Right here in the yard!

 

Sometimes when I write these stories, I imagine you well seasoned nature lovers just shaking your heads with a sigh, thinking to yourselves, "You pathetic city folk." I have to admit, I too shared in the belief that the only safe mushrooms are those you buy from the store. But, these tall beauties really took me by surprise!

 

An internet search safely identified them as Shaggy Mane mushrooms! Not much out here in these parts to mistake them for something poisonous. Although, that first bite did conjure up a momentary vision of gasping for breath in an emergency room...if I make it that far.

 

These Shaggy Manes are absolutely delicious sautéed in butter with a touch of garlic salt. We had enough of these babies to serve up full-size side dishes.

 

The preposterous thing is that they grew right here in the most challenging of yard dirt. Some grew up to 8" tall! Hundreds of them in an area say 20 x 30 feet. We probably harvested about half.

 

Timing is paramount with these guys. You want to pluck them before the lower edges of the cap start turning black or "inky". If you see good ones, don't wait until the next day to harvest, as they can go bad that fast. And once you pick them, cook em' up within a couple hours as they deteriorate quickly. They do not refrigerate well. You might get a couple days out of refrigerating once they are sautéed or cooked some other way. Sounds like a fussy endeavor, but it is totally worth it.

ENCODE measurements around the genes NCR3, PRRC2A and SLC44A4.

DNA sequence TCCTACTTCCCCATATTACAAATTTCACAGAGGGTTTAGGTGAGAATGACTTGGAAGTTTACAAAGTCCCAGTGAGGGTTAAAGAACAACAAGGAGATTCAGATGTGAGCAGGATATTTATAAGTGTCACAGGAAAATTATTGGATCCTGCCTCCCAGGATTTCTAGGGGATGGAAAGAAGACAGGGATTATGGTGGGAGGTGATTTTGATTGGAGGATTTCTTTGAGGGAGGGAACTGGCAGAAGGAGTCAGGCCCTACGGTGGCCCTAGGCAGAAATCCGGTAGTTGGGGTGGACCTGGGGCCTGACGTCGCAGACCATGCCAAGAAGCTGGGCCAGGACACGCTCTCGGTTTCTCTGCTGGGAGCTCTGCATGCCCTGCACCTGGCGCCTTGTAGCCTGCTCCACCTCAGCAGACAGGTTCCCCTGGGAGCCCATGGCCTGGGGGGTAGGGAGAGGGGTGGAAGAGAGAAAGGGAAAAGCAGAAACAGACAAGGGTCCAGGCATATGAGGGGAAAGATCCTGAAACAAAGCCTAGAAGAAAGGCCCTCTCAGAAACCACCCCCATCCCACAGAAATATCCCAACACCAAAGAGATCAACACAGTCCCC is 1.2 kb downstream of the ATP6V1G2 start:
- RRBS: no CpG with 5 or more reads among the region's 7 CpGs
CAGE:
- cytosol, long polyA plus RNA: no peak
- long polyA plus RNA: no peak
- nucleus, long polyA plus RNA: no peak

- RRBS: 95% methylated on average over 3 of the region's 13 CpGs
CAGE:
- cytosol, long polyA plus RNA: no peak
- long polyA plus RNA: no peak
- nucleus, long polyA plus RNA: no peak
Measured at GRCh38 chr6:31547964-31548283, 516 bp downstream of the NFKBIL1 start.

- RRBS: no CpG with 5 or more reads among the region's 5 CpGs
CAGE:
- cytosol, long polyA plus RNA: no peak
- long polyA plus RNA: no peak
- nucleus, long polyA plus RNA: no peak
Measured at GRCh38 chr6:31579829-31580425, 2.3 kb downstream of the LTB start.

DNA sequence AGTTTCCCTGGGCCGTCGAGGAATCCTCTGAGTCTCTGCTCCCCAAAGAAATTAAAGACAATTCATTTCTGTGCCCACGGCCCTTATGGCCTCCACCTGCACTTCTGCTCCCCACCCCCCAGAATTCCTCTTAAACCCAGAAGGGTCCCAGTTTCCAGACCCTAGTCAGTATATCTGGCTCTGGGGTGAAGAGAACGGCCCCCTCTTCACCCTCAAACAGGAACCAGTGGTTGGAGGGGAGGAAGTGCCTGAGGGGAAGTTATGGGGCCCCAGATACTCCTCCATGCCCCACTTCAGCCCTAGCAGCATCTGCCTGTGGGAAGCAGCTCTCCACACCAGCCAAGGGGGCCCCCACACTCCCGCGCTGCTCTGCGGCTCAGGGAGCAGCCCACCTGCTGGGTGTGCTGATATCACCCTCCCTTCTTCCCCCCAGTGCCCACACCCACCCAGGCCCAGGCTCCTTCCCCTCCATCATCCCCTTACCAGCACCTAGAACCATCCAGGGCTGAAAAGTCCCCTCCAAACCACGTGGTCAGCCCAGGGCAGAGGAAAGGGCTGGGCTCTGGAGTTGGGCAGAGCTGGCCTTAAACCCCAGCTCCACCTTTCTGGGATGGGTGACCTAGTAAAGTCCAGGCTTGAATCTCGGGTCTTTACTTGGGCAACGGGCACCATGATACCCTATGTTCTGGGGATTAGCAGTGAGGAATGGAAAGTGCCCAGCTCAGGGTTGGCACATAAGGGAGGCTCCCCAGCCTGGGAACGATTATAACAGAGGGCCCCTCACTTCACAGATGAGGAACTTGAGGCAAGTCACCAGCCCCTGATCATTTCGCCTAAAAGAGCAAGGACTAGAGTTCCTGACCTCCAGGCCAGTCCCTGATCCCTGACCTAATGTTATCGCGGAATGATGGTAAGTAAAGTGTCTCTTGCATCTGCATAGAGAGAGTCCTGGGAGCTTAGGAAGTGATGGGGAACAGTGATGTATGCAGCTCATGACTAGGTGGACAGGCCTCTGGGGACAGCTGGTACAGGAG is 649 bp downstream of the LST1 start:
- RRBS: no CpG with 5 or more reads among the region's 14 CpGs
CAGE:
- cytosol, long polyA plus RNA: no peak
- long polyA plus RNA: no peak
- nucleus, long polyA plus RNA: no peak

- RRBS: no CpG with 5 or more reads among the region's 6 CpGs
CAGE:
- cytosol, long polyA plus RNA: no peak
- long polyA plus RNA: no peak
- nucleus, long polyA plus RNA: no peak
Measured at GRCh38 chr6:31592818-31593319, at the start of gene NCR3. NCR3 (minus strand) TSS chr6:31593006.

If there is a little inky stuff, you can just cut it off before sautéing. You definitely want to remove it because the taste is kinda nasty and the inky color will spread to the other mushrooms. Halving or quartering worked best before hitting the pan.

 

Deeeeliscious!!

 

nature's gardening all this stuff right here on the property!

Comments?

 

Morning frost on Mullein leaves

 

Shaggy Mane Mushrooms

                   mmm...mmm...gooood

 

July - about 2" diameter

Earthstar Puffball

just plain cool

 

Slippery Jack Mushrooms
Mountain Mahogany
European Mantis
Sapsucker damage on lodge pole pine. Dirty Birds!
Sunflower ready to burst
Tree or Prairie Lizard

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